that I have.’
‘There aint nuthin’ to be proud of, you bigot! God al mighty !’
Now he sat in the Nimble Maniac on Breed Street , the inside of his head roiling like a lava lamp. What about hippos - was it possible that their teeth were simply stubs of chalk? If tortoises lived so long, why didn’t they learn to speak up? Do trout cry? Blince shook his head grimly. There was still so much he didn’t know.
As he bit into the next sandwich, Benny the trooper entered the eatery. ‘Been a prod in the right direction on Pill Street , Chief.’
‘Stabbing? Get a man to the scene Benny - tell him to hover gaping like a paddlefish till we get there. This pastrami’s dynamite.’
On arriving at the premises they detected a guy who was bristling with knives and strung by the legs from a ceiling pipe. The kitchen floor was an action painting of bodily fluids.
Blince gestured with a cigar. ‘This is the most gruesome offence I’ve seen since we got out of the car, Benny,’ he rumbled, and shoved the stiff into a slow spin. The effect was impressive. ‘Get a loada that.’
As the cop photographer finished up, Blince expressed his regret that he hadn’t a sea rod to pose with. He was still laughing when a kid wandered in.
‘Who let this kid in here?’
‘It’s a kid with a pizza, Chief,’ said Benny with mirth and patience. ‘A pizza boy .’
‘I’ll be the judge of that, Benny.’ Blince swiped the pizza from the startled kid, ate a piece and spat. ‘This pizza’s been thinned with turpentine! That how he liked it?’ Blince gestured sharply at the cadaver.
The kid gaped and swallowed, speechless. Blince drew himself to his full height, and pushed the door firmly closed. He approached the kid like a Goya giant, blocking out the light.
‘What’s in the sportsbag, kid - a Parabellum? Cover me, Benny ... Well, get this. Kid’s walkin’ round with a jar of maraschino cherries.’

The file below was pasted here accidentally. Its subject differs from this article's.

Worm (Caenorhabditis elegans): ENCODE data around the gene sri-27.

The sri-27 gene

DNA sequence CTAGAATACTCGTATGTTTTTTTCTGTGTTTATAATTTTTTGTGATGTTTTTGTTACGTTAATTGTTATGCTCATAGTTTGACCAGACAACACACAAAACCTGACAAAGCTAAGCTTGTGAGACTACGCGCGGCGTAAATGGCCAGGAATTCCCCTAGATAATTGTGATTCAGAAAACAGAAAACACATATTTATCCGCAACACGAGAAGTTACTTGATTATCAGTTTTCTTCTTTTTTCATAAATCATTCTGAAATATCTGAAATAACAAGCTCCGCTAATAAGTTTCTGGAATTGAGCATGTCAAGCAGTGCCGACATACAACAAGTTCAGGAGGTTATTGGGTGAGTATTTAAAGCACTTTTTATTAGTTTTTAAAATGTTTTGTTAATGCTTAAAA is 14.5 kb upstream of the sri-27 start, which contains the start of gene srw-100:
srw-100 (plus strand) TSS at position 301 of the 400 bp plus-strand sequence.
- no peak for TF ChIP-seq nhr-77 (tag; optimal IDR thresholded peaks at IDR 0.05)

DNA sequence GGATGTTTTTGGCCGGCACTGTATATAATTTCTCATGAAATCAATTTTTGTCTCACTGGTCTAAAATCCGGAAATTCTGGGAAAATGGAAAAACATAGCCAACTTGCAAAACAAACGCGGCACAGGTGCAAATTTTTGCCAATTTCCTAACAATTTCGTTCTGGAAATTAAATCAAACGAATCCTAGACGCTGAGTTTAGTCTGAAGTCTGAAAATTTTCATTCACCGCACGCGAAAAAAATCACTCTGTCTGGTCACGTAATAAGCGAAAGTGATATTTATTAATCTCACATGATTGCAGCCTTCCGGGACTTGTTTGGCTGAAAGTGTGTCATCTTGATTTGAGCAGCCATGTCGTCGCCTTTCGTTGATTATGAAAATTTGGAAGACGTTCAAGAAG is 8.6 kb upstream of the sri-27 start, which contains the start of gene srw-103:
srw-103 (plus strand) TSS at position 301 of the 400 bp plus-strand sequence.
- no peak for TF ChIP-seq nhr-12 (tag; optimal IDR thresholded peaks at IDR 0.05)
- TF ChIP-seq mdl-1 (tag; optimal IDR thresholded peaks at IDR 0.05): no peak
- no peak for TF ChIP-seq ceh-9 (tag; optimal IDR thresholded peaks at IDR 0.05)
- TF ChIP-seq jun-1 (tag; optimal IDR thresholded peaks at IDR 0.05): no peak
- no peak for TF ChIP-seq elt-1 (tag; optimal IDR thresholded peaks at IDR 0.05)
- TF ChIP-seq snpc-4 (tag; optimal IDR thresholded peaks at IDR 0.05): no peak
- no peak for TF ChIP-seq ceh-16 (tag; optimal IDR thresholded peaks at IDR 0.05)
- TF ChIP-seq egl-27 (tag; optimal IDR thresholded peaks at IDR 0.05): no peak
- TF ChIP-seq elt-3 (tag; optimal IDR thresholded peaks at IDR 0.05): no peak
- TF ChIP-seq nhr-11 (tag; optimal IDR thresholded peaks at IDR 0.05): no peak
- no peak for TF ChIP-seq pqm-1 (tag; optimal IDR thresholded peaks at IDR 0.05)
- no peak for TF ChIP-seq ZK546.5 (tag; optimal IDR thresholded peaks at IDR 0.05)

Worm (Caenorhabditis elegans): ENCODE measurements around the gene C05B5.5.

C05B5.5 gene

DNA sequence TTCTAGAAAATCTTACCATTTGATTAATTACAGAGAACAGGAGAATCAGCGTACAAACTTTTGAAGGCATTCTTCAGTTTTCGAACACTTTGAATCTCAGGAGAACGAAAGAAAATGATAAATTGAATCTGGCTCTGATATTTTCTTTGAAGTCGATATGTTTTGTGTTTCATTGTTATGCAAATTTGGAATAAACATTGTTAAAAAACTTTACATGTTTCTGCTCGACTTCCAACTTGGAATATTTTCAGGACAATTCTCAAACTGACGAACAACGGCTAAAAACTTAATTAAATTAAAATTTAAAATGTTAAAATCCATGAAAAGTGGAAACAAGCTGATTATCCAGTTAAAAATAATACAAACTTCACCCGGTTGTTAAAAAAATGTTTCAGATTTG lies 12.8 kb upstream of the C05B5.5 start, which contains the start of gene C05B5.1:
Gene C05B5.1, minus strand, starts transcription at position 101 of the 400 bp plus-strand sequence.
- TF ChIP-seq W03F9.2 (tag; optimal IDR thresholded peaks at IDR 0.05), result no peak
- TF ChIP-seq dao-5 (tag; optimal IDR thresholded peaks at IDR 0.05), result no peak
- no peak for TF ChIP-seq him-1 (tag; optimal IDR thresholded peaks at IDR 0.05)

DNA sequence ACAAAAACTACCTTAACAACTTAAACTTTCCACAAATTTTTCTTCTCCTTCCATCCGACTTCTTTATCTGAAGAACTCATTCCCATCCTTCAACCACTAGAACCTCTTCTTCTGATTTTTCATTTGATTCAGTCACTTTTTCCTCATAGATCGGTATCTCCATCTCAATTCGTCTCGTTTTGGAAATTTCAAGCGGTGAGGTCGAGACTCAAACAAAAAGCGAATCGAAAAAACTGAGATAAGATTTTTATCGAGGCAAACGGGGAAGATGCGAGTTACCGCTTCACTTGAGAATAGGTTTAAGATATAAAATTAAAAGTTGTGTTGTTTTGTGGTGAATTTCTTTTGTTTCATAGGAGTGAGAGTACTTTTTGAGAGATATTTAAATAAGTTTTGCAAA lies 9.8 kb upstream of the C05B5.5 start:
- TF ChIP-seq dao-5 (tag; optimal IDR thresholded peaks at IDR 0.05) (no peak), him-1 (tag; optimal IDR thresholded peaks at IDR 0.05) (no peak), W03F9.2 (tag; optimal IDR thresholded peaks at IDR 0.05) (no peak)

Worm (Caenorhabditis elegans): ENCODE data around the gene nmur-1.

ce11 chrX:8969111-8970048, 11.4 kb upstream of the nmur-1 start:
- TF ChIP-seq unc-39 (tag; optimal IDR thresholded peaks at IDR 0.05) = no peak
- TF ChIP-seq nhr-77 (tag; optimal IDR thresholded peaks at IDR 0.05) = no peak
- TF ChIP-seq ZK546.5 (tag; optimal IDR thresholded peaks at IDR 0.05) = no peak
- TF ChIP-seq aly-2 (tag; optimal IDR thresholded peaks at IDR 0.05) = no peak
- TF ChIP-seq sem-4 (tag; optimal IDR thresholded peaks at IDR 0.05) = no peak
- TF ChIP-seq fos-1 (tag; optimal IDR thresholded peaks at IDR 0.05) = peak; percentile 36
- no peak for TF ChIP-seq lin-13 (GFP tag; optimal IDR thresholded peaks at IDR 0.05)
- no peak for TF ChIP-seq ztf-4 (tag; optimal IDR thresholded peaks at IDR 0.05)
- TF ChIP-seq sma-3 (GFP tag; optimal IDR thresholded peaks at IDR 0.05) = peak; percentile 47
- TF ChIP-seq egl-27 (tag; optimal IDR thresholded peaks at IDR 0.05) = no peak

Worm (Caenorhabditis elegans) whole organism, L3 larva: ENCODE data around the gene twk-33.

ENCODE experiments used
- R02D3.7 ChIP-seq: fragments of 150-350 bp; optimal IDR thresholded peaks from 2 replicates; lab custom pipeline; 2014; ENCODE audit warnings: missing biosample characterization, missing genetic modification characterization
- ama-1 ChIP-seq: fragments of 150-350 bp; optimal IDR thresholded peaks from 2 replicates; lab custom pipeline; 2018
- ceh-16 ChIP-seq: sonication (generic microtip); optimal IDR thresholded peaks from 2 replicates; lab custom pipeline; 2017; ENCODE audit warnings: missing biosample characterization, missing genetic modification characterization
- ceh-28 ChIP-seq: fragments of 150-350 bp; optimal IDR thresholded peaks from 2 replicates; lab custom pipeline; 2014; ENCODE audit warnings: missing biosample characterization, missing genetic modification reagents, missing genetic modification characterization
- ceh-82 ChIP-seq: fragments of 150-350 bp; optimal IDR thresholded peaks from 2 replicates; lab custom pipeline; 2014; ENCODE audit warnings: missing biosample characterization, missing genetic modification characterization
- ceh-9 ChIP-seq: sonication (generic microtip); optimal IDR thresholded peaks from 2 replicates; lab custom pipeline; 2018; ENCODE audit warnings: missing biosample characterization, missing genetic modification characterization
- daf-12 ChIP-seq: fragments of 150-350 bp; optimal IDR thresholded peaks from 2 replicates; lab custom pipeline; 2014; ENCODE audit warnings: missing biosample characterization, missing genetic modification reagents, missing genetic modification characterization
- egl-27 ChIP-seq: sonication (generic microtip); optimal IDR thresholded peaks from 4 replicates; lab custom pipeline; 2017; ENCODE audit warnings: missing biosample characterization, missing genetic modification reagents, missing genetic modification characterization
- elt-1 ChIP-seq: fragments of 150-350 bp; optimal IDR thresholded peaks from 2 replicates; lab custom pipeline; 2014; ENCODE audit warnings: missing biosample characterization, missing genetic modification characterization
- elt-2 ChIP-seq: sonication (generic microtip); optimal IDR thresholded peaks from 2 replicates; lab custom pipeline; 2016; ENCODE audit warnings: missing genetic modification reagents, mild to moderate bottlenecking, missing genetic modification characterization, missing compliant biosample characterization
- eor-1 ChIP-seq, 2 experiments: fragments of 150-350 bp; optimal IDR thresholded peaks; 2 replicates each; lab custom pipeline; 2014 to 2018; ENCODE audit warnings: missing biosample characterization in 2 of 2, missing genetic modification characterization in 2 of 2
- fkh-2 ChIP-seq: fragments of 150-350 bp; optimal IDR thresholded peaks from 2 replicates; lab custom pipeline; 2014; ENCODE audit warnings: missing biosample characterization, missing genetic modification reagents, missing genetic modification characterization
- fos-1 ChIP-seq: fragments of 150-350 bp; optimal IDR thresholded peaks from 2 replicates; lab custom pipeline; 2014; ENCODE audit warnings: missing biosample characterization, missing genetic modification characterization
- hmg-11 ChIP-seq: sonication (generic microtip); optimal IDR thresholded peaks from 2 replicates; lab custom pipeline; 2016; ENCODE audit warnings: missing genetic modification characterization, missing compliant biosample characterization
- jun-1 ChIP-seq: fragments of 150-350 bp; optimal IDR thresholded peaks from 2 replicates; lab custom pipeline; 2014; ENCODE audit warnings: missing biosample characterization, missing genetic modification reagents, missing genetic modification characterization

‘Tell me you’re kidding.’
‘Guess you got some explaining to do, pizza boy.’
‘Well aint that sweet. Kid returns to the scene of the crime with a cherry jar and an attitude of respect.’ Blince let out a sigh which resembled the wheezing of stomach gas from the recently dead.
‘Looky here Chief,’ said Benny, at the stove. ‘Fresh char over the burners. Oven’s cool. Guess that rules out a pizza.’
‘Hold your horses, Benny. This here pizza’s as warm as a baby’s backside - no reason to think the first was any cooler. The guy didn’t reheat a thing. And those scorchmarks resemble blast-burns from a Mac-10.’
‘Well now Chief, a Macky’s pretty accurate.’
‘Not with a kid at the helm, Benny - in a state of panic. You believe gun nuts braggin’ they take the head off a termite at twenty yards?’
‘Better not say that to the boys at ballistics, Chief.’
‘The boys at ballistics can bite my ass. Don’t I enter the lab to find I’m welcome as an adder on a narrow ledge? All cos I caught ’em namin’ rats in the basement. Every one of ’em’s a fairy in ballistics.’
‘Coulda been suicide, Chief.’
‘If he’d fixed the pizza himself I’d agree with you Benny, but as it is he hadn’t a motive.’ Blince reminded him of the Beerlight rules for Russian Roulette. A group of people sit around a table on which rests a fully loaded gun. The first one to pick it up and shoot himself is the Russian. ‘What I think today, Benny , New Guinea thinks tomorrow. New Guinea , you hear? So just consider that next time you feel the urge to hammer at the portico of my intellect.’
Benny sniggered silently, turning puce. ‘You’ll be the death of me, Chief,’ he gasped.
‘What’s your name, pizza boy?’
‘Timmy Bedlam, sir.’
‘Timmy Bedlam he says. How old are you Timmy?’
‘Twelve, no less. How long you been in the pizza trade?’
‘A week, sir.’
‘And this is your second delivery to this address isn’t it Timmy.’